Session Planning Software
Session planning software emphasizes the ability to search extensive catalogs of objects and produce lists of potential objects for viewing. Most also provide sky charting capabilities but not generally with the feature set of planetarium software. This category of software helps you get organized before you step out for the night. My favorites in this category are NexStar Observer List (my own program), Deepsky 2002 and AstroPlanner. AstroPlanner is especially notable as it is the only planning software currently available for both Macintosh as Windows computers. All three of these interface with some models of computerized telescopes to allow you to direct your scope to one object after another on your list. You will also find that programs of this type have the strongest capabilities in recording and organizing your typewritten observation comments. See the Computer Software page of the Resources section of the Ryukyu Astronomy Club web site for links to these programs.

Specialized Software
Specialized astronomy software is the catchall category. One of my favorites is the Virtual Moon Atlas by Patrick Chevalley and Christian Legrand. Available free for download from, Virtual Moon Atlas allows you to easily identify hundreds of surface features on the Moon as it provides a very realistic view including the changing phases as the terminator creeps across the lunar surface. You are provided complete control of the image as you can pan and zoom to zero in on any area of the visible surface of the Moon. This program is not a simple image of the Moon, but rather a fully realistic simulation of the Moon as it actually appears during its ever-changing phases.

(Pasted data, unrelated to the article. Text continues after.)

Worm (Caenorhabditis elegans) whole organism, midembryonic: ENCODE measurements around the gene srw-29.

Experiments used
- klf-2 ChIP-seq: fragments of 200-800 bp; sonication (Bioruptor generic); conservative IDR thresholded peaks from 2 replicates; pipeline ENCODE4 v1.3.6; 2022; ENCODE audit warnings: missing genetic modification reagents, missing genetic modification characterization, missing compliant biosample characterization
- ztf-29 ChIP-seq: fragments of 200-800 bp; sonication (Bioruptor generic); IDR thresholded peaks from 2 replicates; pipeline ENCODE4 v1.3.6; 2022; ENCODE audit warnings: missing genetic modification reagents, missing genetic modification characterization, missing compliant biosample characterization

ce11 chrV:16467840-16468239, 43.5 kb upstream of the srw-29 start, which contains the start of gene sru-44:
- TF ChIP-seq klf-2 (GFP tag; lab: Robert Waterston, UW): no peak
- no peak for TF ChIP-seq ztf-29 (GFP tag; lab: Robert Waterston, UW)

Another excellent free offering is the AstroByte Logging System by Ron Reuter. AstroByte Logging System allows you to easily record your observations of any of the thousands of objects in its extensive database. You can also display or print a wide variety of reports. Download at

One last example is Mars Previewer II - a free program that displays a detailed view of the surface of Mars for any given date and time. Using this software, you can easily identify the features viewed in the eyepiece. Mars Previewer doesn't seem to have a permanent home, so you might need to search a little for it, but at the time of this writing it was available for download at

For additional software, I keep my eye on advertisements and announcements in monthly magazines like Sky and Telescope and Astronomy.

Clear Skies!